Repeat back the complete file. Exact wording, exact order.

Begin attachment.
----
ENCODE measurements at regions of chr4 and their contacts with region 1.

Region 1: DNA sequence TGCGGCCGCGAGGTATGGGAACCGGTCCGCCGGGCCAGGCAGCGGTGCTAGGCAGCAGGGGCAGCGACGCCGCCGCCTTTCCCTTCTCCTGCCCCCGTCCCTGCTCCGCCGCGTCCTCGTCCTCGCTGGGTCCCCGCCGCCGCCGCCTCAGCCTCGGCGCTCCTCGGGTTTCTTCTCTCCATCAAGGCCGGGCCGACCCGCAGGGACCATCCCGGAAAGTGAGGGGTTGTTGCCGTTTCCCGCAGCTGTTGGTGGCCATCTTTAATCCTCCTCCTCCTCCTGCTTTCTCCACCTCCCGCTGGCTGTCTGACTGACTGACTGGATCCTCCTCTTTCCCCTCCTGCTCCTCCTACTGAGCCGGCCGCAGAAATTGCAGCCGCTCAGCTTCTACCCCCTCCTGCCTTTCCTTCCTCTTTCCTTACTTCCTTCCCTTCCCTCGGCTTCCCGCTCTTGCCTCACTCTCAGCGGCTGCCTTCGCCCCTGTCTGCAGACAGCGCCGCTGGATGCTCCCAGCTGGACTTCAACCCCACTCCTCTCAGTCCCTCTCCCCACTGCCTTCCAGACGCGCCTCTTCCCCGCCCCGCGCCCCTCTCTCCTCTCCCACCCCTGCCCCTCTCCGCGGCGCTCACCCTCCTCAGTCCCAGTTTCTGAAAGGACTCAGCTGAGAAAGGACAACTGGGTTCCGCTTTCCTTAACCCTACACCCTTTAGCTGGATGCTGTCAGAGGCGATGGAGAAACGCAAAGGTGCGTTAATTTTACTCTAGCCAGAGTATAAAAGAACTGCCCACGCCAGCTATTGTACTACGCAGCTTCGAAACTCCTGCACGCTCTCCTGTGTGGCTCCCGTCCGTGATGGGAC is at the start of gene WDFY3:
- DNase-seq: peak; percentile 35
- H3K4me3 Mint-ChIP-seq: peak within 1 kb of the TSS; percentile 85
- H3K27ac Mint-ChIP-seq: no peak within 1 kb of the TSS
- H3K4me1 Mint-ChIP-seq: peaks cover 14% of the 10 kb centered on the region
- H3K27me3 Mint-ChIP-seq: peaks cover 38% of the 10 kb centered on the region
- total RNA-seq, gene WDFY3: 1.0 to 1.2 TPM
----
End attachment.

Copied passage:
ENCODE measurements at regions of chr4 and their contacts with region 1.

Region 1: DNA sequence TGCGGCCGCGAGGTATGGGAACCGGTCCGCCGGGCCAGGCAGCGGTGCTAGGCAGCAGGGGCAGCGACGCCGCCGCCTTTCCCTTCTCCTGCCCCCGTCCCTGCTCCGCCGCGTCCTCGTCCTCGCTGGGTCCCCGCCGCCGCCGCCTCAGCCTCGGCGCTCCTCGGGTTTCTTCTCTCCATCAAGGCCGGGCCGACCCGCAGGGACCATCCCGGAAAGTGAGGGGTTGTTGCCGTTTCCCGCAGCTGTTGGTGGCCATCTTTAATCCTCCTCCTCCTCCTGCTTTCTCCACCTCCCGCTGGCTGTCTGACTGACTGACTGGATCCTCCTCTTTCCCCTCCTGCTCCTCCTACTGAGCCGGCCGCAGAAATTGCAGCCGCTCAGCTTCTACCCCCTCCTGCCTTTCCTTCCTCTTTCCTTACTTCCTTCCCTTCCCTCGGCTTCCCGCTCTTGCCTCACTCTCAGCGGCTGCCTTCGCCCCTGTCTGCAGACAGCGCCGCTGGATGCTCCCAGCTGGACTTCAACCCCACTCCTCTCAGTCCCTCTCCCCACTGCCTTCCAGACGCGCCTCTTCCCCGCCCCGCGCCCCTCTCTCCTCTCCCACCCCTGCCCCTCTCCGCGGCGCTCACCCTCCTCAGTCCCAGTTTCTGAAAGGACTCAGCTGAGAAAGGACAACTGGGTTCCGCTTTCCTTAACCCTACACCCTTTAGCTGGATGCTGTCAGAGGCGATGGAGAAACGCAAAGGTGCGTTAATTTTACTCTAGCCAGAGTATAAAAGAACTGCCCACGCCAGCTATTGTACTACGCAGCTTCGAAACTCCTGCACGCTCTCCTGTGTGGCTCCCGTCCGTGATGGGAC is at the start of gene WDFY3:
- DNase-seq: peak; percentile 35
- H3K4me3 Mint-ChIP-seq: peak within 1 kb of the TSS; percentile 85
- H3K27ac Mint-ChIP-seq: no peak within 1 kb of the TSS
- H3K4me1 Mint-ChIP-seq: peaks cover 14% of the 10 kb centered on the region
- H3K27me3 Mint-ChIP-seq: peaks cover 38% of the 10 kb centered on the region
- total RNA-seq, gene WDFY3: 1.0 to 1.2 TPM